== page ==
Do you have a dream for your children’s ministry? For your church? Is it clear? Can it be translated into specific action steps? Is it impossible for you in the natural, but spot-on realistic for God Almighty who loves to do the impossible through regular people like you and me?
When I first took leadership over a children’s ministry at my first church, I had a dream of leading as many kids to Jesus as I could and helping them grow close to God. A great dream. A lofty one. Yet, not fully matured.
I originally began working with children at a young age. During the summers of my sophomore and junior years in high school I worked at a daycare with toddlers through 6th grade. As a freshman in college I began working in a local church’s mid-week kids church. There is a story about being thrown to the wolves which I thought about including here, but I won’t this time…. Yet, I will say that the years which followed laid the groundwork leading up to my first appointment to leadership. It helped me to refine my dream of making disciples of the youngest among us. Still, something was missing, but I was not sure what it was.
When I began serving at my current church, I was excited about recruiting, developing and leading teams of people to impact children, both in our church and from the neighborhood. There were great successes, and a few heart-breaks along the way. Fourteen years later I have undergone some major changes in my practices and thinking. I am still as committed as ever to leading children to Jesus and helping them grow in faith maturity. But, I have finally begun to realize that the center of gravity in making this a reality is not on the church campus. Rather, it is in the home. Or, it should be. So, my dream has matured and refined, mixing practical realities with childlike faith that God can do the impossible. Want to see it?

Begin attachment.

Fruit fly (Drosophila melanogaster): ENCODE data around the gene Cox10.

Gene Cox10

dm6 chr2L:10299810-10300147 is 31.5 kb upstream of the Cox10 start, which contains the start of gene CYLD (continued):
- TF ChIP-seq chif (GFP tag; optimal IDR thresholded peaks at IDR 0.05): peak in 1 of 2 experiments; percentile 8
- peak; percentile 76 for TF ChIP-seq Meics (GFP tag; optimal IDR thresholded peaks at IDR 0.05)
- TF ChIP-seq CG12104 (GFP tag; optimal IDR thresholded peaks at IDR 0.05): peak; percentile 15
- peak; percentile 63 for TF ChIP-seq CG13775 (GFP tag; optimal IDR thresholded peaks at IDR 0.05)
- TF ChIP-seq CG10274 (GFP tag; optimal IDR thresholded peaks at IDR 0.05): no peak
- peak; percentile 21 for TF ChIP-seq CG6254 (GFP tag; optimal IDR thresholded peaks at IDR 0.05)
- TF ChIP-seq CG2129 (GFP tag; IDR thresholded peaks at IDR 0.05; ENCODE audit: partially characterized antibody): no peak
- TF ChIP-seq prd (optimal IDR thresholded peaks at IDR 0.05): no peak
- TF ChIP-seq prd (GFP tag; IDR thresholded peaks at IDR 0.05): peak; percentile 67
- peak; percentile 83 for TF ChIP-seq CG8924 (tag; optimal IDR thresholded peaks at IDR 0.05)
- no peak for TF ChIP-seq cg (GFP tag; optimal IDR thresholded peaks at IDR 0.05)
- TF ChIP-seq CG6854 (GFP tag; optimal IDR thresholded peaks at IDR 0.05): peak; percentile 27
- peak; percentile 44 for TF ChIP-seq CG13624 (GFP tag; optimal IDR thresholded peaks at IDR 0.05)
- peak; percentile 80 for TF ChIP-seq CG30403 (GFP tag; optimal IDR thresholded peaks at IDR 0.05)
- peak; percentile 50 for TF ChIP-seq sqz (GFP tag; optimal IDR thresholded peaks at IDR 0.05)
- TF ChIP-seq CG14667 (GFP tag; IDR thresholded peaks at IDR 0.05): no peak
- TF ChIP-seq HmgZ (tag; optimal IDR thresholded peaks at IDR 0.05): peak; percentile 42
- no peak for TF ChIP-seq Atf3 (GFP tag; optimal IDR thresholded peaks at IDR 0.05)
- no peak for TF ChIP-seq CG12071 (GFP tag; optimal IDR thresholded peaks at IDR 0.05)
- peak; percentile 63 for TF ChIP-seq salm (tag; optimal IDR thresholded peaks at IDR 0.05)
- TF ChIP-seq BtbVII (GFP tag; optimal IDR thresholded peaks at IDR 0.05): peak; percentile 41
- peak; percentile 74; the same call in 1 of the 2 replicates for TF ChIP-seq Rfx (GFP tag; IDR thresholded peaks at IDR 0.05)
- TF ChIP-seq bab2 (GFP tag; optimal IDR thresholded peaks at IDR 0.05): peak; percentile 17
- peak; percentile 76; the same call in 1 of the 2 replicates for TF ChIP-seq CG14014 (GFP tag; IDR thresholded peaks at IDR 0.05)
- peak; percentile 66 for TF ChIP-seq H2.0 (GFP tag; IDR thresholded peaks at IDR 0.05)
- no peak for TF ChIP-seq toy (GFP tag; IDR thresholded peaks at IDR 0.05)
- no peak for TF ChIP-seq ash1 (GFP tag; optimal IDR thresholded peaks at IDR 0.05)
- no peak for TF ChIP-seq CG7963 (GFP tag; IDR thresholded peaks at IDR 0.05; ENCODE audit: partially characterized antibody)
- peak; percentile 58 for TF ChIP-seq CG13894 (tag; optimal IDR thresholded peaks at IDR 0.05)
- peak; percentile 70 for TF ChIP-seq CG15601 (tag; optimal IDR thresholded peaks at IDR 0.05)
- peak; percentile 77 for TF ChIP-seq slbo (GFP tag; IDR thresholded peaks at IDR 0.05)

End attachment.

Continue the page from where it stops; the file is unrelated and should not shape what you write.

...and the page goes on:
I dream of turning the hearts of parents and children to God and to each other in Christ.
Now for the expected objection to this dream…. Yes, I know that lots of families do not fit the traditional cultural ideal of two parents and one or more children. Of course, if we are honest with ourselves, even two-parent households have a hard time living up to the billing “ideal.” The sooner we lose the “ideal” label the better off we all will be. Not because I don’t think that people who have children ought to marry first and be faithful spouses to each other and loving parents. Of course not. Rather, I think the label creates a distraction from unrealistic expectations of perfection rather than a helpful description.
I think the dream quoted above is relevant to families of all circumstances. It speaks of turning hearts to God and to each other in Christ. So, there is the spiritual component and the natural relational component. It goes back to making disciples and helping them mature. Yet now the center of gravity is transferred to the home, with the church serving as a place of refuge and a spiritual support, both to those who are trying to fulfill this dream, and to those who do not yet perceive its importance.
What dreams do you have for your children’s ministry? Begin praying now. Write them down. Talk with your pastor, your church parents, even the children in your church. Watch God to begin something special in your midst.